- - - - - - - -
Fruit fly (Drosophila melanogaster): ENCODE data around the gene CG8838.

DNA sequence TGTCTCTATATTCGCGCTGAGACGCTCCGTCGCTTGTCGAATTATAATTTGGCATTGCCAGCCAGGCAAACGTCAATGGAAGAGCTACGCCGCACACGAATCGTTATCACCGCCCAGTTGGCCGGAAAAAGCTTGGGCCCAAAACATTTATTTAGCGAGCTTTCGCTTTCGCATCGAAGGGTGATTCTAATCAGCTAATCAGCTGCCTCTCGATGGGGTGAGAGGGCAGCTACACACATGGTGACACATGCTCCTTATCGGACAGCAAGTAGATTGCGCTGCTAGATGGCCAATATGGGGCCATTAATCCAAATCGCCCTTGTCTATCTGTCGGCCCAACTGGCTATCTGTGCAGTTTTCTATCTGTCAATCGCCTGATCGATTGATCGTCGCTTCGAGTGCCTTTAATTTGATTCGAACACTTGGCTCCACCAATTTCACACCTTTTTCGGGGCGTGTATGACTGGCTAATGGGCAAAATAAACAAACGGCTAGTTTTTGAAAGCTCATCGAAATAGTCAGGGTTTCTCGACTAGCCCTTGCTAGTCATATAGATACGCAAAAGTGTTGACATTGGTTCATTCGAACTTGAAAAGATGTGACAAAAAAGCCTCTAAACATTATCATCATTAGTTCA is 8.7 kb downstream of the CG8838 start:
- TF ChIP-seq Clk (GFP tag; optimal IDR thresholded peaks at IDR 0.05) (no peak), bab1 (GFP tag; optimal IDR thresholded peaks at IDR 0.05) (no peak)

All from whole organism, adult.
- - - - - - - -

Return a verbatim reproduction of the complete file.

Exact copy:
Fruit fly (Drosophila melanogaster): ENCODE data around the gene CG8838.

DNA sequence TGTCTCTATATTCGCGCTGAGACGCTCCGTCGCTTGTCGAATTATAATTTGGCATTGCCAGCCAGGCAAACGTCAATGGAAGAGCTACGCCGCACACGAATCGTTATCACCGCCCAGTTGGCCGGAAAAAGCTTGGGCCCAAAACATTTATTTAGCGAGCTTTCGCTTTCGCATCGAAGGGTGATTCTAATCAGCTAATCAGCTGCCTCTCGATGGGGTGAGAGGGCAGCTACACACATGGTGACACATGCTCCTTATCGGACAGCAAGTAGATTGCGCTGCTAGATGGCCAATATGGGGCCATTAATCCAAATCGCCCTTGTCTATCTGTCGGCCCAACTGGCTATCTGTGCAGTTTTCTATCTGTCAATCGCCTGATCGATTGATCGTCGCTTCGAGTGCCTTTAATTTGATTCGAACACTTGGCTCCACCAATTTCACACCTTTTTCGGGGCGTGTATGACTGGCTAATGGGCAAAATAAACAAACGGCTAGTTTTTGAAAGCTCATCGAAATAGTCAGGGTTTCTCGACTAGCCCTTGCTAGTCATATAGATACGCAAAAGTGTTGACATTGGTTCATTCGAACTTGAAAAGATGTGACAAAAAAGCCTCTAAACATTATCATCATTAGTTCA is 8.7 kb downstream of the CG8838 start:
- TF ChIP-seq Clk (GFP tag; optimal IDR thresholded peaks at IDR 0.05) (no peak), bab1 (GFP tag; optimal IDR thresholded peaks at IDR 0.05) (no peak)

All from whole organism, adult.